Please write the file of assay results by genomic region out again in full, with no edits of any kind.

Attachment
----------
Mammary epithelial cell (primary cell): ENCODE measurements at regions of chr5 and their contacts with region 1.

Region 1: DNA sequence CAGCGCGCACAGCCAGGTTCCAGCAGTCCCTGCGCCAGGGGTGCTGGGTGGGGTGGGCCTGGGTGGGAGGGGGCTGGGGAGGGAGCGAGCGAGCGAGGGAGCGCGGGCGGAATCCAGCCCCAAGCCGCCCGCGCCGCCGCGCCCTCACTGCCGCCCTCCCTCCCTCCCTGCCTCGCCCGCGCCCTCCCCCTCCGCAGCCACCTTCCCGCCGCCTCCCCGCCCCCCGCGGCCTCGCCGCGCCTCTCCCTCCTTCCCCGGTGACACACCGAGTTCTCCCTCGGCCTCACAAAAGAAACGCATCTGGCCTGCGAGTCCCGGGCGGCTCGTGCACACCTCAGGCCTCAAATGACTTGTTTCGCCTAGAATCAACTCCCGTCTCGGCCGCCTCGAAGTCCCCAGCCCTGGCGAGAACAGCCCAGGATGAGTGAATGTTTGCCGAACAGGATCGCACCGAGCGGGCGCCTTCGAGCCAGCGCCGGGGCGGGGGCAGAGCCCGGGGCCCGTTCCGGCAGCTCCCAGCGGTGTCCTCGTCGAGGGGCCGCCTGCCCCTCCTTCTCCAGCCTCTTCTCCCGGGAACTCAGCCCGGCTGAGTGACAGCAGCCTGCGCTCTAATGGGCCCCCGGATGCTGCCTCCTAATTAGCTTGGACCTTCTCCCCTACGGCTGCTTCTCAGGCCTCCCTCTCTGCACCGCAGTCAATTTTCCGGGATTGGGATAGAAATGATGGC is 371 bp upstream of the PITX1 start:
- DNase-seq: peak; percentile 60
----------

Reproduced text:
Mammary epithelial cell (primary cell): ENCODE measurements at regions of chr5 and their contacts with region 1.

Region 1: DNA sequence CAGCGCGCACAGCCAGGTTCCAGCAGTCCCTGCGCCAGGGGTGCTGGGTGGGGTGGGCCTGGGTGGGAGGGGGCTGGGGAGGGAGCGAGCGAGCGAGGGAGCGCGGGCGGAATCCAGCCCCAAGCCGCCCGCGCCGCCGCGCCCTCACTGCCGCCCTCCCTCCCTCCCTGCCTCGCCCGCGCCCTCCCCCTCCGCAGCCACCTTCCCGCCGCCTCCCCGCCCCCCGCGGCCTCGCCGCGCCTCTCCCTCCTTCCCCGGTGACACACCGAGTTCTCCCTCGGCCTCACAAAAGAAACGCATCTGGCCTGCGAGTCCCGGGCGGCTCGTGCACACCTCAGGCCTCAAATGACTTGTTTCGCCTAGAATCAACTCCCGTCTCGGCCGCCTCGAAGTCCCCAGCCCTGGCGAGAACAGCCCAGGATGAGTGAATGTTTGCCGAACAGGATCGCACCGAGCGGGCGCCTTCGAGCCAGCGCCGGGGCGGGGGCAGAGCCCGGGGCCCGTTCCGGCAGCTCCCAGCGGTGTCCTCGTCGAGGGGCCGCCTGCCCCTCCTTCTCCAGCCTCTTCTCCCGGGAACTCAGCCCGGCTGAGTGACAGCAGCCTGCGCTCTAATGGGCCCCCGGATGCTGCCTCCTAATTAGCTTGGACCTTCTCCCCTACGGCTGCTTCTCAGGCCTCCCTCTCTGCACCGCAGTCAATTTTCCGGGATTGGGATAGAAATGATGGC is 371 bp upstream of the PITX1 start:
- DNase-seq: peak; percentile 60